“I think these things go in circles. China imported so much in raw material previously and now they have had a slowdown but things will pick up in five years’ time and I think they will start importing a lot more in five years’ time again,” he added.
Indonesia exports minerals such as tin and rubber, as well as commodities such as petroleum gas and coal.
He said setbacks to economic growth include the drop in the price of minerals and other commodities. “We have stopped exporting certain raw minerals and unprocessed mineral ore. We need to process goods and export them to make more jobs and add value to our exports rather than export them raw,” he explained. “This is important for investment as we need to maximise investment in infrastructure. The Government of Indonesia cannot fund everything themselves. It is not easy to get the capital from banks.”
CEO of Asia House Michael Lawrence gives H.E. Jusuf Kalla a gift of English Crystal at the lunch. Copyright Miles Willis Photography
He pointed out the middle class in Indonesia was huge. “If 20 per cent of Indonesia is middle class, that is double the entire population of Malaysia and Singapore combined. We want to increase trade and business and we need your technology and skills in London as you are the financial capital of the world. Now that Garuda flies directly between London and Jakarta it is very easy to travel between the two conveniently. We want to work together with Britain more,” he added.
“The UK is the fifth largest investor in Indonesia and I hope that you will bring more business investment here. Your current investment is very varied – as you invest in energy, oil and gas, agriculture and manufacturing. Our target is to reach a growth rate of seven per cent in two to three years’ time.”
Mr Kalla was in the UK to meet the First Secretary of State and Chancellor George Osborne, Prince Andrew, representatives of Olam, Jardines, and Standard Chartered Bank, as well as to attend a conference of the Federation of Cocoa Commerce (FCC).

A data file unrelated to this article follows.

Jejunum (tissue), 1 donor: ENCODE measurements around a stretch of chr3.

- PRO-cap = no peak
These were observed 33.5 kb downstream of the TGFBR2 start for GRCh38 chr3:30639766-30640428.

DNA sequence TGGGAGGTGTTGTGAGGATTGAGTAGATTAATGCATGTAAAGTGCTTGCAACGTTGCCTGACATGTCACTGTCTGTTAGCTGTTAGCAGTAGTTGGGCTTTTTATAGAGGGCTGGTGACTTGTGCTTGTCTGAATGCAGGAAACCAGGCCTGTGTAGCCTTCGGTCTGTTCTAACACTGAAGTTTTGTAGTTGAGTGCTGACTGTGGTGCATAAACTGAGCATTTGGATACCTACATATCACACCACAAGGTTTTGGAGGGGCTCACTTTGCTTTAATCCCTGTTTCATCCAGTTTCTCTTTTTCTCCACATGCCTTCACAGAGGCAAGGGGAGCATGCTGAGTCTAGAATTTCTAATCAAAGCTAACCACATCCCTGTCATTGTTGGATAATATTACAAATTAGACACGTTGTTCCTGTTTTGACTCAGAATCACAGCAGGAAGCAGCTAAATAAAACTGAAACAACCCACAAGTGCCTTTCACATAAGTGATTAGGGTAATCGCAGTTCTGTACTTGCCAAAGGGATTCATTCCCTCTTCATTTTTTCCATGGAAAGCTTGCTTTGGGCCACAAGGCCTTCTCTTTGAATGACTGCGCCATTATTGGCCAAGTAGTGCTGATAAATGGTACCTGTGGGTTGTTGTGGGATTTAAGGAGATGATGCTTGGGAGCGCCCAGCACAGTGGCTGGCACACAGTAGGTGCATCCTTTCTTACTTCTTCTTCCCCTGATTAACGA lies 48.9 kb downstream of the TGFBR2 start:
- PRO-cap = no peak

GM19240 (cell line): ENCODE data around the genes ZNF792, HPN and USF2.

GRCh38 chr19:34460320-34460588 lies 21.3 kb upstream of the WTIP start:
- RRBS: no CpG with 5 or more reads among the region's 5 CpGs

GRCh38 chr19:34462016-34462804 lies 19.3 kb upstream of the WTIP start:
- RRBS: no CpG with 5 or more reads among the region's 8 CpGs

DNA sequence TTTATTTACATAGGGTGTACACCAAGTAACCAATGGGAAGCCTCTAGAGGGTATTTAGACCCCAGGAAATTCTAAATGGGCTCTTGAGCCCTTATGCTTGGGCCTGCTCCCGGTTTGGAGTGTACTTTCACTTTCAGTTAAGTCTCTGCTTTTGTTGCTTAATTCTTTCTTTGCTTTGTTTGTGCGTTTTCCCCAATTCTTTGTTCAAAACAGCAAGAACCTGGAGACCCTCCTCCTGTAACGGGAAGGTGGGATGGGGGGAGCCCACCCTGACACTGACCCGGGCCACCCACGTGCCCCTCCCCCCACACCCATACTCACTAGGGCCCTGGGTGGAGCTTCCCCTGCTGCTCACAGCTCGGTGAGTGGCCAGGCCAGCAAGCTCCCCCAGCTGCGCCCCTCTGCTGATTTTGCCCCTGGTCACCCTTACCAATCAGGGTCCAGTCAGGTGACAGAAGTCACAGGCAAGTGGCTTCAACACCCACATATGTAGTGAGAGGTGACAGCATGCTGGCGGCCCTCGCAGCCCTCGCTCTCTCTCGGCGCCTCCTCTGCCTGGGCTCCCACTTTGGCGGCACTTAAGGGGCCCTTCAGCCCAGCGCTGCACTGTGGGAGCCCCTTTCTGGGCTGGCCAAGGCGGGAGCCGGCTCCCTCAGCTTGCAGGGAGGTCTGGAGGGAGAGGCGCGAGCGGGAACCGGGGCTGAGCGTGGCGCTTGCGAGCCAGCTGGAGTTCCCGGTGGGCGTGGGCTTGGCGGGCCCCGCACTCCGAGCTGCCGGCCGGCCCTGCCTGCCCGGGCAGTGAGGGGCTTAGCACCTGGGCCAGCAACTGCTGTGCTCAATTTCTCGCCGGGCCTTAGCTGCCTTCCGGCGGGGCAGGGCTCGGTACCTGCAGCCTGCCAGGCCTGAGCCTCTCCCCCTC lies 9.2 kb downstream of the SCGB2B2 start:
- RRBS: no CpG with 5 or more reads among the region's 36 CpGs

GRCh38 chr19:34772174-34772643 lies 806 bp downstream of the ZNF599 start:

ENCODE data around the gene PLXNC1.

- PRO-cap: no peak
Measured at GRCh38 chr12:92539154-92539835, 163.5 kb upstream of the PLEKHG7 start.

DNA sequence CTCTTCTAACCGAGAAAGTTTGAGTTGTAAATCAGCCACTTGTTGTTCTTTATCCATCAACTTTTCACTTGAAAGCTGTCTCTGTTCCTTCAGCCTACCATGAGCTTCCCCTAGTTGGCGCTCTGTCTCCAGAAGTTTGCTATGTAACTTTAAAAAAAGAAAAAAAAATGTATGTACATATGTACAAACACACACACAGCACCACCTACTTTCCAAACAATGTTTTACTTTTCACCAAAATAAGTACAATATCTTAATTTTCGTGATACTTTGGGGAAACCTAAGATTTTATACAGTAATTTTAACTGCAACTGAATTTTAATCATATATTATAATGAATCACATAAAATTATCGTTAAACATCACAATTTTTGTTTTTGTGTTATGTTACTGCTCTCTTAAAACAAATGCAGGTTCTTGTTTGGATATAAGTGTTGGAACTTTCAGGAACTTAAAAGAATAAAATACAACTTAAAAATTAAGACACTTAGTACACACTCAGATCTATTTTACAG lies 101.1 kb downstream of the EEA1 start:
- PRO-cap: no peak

As for his view regarding the likelihood of ASEAN achieving its goal of establishing the ASEAN Economic Community by the end of this year, he said: “We would like to see more efficiency in ASEAN cooperation. A lot of us sell palm oil and rubber so it’s better for us to cooperate and sell our products around Asia without tariffs,” he said. “We need better rail connections between ASEAN nations and we need fast railways within Indonesia. China is offering to help with that. Connectivity is very important. The Transportation Minister Ignasius Jonan came to Asia House and spoke about that.” The ASEAN Economic Community is one of the three pillars of the ASEAN Community, which leaders of the 10 member-nations, hope to establish by the end of 2015. It refers to economic integration meaning a single market and production base, making ASEAN a highly competitive economic region, a region of equitable economic development, and a region fully integrated into the global economy.
Mr Maude is expected to receive a peerage and be elevated to the House of Lords. His new role is shared between the Foreign & Commonwealth Office and the Department for Business, Innovation and Skills. During the last Coalition Government he was Minister for the Cabinet Office and Paymaster General. He stood down as an MP for Horsham at the 2015 general election.
More than 80 business leaders attended the lunch. Copyright Miles Willis Photography
Among the attendees were Richard Graham MP, Sir Henry Keswick, Chairman of Matheson & Co and Jardine Matheson Holdings Ltd, and HE Hamzah Thayeb, Ambassador for Indonesia. Senior representatives from Prudential, Standard Chartered, Airbus, Maybank, Mitsui, Garuda Indonesia and BNP Paribas were also present.
To read an exclusive Asia House interview with H.E. Jusuf Kalla click here.
To read about a private briefing that Mr Kalla gave to Asia House corporate members click here.